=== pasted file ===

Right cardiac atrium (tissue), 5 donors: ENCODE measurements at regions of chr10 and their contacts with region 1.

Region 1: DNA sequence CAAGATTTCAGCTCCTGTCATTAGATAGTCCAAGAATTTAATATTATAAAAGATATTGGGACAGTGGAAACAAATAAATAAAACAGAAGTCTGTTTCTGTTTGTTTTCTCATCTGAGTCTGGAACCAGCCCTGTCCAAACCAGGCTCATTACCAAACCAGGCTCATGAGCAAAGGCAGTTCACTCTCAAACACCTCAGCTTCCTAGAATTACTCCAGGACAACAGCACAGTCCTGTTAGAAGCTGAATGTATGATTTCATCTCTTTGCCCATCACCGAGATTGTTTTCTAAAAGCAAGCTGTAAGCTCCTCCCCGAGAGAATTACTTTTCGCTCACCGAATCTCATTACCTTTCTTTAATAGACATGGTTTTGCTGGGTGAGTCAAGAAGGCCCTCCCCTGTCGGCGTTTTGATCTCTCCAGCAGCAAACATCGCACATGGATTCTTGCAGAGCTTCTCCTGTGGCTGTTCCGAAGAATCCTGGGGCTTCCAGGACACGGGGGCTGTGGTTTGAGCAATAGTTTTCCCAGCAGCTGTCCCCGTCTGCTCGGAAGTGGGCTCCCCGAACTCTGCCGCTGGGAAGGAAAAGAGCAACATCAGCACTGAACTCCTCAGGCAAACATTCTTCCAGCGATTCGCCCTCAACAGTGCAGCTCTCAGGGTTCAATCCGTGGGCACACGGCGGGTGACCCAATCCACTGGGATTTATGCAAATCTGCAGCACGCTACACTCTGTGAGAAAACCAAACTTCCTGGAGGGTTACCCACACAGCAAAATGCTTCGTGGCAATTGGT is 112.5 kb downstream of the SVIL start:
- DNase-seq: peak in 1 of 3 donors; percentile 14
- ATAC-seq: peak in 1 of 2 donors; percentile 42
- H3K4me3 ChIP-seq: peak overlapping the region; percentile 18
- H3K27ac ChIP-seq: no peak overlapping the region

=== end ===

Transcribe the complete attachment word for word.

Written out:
Right cardiac atrium (tissue), 5 donors: ENCODE measurements at regions of chr10 and their contacts with region 1.

Region 1: DNA sequence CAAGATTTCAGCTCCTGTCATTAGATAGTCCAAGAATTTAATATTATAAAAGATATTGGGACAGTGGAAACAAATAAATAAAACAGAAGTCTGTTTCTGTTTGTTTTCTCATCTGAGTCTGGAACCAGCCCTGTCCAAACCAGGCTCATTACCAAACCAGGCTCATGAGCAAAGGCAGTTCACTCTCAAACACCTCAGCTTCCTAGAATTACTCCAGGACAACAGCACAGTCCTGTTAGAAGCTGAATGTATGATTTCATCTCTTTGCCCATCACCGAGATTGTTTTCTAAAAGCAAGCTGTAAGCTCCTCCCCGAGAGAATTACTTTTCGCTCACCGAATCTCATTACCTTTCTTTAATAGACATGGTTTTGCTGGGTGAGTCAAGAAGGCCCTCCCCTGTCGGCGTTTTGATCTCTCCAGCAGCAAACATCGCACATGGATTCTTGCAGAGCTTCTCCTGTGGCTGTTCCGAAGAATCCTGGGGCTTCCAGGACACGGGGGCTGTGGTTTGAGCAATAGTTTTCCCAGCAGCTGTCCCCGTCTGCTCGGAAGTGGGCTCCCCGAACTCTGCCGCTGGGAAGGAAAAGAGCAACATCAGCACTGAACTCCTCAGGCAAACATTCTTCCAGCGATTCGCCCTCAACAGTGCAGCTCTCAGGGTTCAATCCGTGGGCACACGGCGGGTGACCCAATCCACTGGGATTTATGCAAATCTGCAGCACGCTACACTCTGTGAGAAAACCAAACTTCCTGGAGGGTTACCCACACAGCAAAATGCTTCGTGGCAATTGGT is 112.5 kb downstream of the SVIL start:
- DNase-seq: peak in 1 of 3 donors; percentile 14
- ATAC-seq: peak in 1 of 2 donors; percentile 42
- H3K4me3 ChIP-seq: peak overlapping the region; percentile 18
- H3K27ac ChIP-seq: no peak overlapping the region